Shemini Atzeret/Simchat Torah Theology and Themes

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Simchat Torah--which roughly translates to, "rejoicing with the Torah"--is a holiday that occurs at the same time, but has an entirely different focal point. On this festival, the Jewish community ends its cycle of public Torah readings and immediately begins the next cycle of readings. All the Torah scrolls are removed from the ark in the synagogue, and the bimah or sanctuary is circled seven times in a festive procession known as a hakkafot. The congregation celebrates this completion and beginning by dancing and singing with the Torah scrolls.

On Simchat Torah the ending of the book of Deuteronomy is often read several times, since it is traditional to offer an aliyah--a blessing on the Torah--to all those who wish to participate. The term used for this aliyah is hatan Torah, the "bridegroom of the Torah."

Immediately following this aliyah, the first part of Genesis is recited, and this aliyah is called hatan Bereshit “the bridegroom of Genesis.” [Egalitarian congregations may also offer a parallel aliayh for the kallah, the “bride of the Torah” or the “bride of Genesis.”] These terms speak of the perceived relationship the Jewish people have with Torah study. The commitment to the Torah is likened to that of a marriage in which two parties are singularly committed to each other.

It is an intimate relationship that challenges the individual and defines much of his/her identity. The marriage symbolism in the relationship between God and the people Israel is also found in seven processions around the synagogue, calling to mind the tradition of a bride circling the groom seven times.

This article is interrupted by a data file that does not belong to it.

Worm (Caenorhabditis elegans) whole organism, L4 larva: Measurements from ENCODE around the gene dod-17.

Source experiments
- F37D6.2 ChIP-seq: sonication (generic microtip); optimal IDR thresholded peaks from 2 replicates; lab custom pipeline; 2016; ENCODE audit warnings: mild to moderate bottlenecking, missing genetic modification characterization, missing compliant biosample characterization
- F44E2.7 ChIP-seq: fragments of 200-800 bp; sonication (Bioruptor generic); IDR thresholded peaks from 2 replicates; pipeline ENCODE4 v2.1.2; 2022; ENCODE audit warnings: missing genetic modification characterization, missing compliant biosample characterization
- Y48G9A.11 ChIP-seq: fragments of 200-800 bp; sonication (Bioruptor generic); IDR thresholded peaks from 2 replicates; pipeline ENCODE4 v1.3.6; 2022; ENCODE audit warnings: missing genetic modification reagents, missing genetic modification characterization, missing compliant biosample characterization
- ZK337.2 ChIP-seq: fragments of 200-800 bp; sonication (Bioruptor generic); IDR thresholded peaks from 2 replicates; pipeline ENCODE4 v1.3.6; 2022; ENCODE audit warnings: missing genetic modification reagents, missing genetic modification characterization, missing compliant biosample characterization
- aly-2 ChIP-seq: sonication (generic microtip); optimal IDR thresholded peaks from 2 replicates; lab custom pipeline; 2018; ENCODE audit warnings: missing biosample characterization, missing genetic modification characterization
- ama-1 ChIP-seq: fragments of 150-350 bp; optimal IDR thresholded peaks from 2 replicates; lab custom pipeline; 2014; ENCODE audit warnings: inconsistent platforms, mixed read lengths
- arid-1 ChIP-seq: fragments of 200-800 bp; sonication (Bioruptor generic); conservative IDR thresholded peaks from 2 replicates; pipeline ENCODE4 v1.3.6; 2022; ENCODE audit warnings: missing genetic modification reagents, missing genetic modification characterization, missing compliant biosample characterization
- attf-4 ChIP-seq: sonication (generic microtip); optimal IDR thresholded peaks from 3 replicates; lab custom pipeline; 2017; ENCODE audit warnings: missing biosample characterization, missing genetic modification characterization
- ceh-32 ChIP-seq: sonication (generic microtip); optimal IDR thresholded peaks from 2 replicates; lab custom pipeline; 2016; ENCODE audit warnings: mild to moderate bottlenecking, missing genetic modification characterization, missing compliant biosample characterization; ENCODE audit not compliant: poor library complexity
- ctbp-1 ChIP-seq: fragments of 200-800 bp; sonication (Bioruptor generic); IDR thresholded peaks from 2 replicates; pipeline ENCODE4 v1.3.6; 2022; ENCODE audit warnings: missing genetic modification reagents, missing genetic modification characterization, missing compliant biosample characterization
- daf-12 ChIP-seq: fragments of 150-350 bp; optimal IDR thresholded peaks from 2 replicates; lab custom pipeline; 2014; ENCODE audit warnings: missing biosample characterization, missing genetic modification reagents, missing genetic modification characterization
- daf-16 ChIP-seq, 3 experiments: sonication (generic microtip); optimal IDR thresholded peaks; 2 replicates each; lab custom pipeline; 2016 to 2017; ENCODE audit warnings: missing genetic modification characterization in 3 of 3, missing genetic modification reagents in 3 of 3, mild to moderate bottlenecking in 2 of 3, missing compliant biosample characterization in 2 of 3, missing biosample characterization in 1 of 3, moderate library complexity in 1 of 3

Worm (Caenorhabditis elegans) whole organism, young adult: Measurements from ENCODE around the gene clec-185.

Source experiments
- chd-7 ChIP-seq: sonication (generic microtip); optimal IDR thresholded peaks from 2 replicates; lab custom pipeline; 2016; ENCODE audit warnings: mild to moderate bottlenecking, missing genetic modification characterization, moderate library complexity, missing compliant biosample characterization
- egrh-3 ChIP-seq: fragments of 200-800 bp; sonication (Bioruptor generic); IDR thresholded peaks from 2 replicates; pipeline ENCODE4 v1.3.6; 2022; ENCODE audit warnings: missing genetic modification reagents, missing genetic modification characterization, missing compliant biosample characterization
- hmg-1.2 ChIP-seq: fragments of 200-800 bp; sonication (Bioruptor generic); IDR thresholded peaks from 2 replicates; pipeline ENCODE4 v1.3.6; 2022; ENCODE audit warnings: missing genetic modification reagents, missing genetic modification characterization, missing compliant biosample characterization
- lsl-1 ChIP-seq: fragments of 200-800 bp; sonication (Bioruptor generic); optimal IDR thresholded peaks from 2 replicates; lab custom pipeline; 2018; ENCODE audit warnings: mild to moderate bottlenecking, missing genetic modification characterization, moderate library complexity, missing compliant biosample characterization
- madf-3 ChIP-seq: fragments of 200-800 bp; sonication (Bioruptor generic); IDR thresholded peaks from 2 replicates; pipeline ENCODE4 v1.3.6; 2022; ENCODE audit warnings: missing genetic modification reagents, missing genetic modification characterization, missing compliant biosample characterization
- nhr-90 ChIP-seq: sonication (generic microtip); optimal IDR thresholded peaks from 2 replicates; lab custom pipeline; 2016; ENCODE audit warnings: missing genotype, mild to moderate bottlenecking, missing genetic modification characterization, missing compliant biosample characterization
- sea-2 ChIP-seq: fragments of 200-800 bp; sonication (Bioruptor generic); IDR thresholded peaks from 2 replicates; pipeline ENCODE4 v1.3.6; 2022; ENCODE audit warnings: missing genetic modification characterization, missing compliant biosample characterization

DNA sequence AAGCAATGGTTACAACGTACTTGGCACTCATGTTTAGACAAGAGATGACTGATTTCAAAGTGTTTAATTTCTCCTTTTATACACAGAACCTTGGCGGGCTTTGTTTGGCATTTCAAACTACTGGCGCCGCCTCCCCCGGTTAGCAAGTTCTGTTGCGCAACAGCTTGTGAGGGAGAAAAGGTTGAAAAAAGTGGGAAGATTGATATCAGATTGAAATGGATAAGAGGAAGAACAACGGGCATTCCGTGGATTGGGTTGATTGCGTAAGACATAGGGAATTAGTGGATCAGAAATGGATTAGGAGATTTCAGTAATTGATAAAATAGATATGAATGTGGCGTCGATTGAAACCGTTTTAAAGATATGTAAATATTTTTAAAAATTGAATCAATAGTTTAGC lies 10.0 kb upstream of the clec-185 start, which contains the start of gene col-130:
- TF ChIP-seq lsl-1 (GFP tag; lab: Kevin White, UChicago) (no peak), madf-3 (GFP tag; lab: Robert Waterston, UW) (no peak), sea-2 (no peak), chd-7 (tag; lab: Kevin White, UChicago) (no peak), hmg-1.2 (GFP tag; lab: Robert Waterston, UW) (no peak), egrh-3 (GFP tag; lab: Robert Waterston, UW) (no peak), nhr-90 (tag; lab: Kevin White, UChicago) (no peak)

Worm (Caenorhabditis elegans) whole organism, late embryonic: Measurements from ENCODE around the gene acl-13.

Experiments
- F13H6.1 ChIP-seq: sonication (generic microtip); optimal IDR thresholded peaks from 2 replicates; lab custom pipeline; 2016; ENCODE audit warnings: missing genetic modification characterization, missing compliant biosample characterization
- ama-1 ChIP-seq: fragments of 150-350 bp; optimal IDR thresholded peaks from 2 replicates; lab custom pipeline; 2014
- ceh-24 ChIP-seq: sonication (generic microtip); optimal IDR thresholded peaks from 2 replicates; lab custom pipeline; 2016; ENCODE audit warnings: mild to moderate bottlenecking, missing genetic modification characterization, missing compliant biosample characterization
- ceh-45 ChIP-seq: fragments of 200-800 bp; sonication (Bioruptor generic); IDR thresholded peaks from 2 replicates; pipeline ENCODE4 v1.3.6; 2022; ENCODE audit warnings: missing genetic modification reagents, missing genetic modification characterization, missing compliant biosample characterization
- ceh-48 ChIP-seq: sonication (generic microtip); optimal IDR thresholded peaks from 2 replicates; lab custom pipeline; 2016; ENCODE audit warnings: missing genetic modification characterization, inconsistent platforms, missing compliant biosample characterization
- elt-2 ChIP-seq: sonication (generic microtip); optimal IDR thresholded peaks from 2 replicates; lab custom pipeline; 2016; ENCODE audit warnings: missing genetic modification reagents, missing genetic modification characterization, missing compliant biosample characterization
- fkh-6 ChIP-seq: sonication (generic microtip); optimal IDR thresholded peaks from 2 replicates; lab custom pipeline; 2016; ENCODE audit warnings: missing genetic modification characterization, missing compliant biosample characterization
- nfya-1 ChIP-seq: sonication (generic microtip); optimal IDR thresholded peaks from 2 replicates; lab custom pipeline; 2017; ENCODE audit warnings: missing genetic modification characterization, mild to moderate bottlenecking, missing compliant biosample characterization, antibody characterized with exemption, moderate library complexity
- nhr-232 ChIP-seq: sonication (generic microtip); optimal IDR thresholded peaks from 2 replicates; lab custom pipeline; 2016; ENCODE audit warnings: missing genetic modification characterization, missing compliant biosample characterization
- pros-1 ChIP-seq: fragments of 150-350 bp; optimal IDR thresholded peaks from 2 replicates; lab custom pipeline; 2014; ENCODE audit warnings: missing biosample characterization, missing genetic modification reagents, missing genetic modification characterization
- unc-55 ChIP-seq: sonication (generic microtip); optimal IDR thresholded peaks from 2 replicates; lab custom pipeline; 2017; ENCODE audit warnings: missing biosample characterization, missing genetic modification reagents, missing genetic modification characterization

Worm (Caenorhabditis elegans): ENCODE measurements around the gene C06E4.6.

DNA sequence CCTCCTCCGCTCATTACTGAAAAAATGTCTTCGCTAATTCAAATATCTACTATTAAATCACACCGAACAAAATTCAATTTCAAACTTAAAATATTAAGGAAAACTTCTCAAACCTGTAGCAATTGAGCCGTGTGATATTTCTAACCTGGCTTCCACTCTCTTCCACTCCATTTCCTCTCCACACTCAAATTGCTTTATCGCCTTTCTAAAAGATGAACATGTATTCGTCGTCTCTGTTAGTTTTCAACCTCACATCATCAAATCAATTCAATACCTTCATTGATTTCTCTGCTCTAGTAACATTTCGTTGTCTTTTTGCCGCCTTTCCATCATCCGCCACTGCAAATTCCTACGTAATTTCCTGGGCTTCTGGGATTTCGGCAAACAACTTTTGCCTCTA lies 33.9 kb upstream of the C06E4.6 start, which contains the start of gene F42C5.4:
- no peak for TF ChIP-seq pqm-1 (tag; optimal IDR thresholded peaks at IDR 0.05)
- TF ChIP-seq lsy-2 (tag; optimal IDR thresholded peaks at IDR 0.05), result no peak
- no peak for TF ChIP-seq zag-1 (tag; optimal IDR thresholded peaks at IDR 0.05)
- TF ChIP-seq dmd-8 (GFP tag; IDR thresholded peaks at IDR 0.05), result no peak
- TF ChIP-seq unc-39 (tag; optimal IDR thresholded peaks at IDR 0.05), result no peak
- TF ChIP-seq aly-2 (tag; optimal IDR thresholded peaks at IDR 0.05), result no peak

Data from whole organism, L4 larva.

The cycle of readings, moving from end to beginning, mirrors the cycle of the hakkafot, the circles walked around the ark. The entire image becomes symbolic of unending Torah learning. Unlike Shavuot, the holiday that celebrates the receiving of the Torah, Simchat Torah commemorates the community’s commitment to learning and its love of the Torah. Whereas Shavuot focuses on the burden of responsibility in receiving the Torah, Simchat Torah emphasizes the ecstatic joy of studying Torah.  Simchat Torah reflects the rabbinic teaching that one studies Torah one’s entire lifetime and always finds new meanings within it.

The period of the High Holidays concludes with Shemini Atzeret and Simchat Torah. Beginning in the month of Elul and spanning Rosh Hashanah, Yom Kippur, Sukkot and finally Shemini Atzeret and Simchat Torah, the High Holiday period encompasses many of the themes that are central to Judaism. Accountability, spiritual awareness, harmony within nature, individual and community issues all find a place within this time period and set the tone for the coming year.

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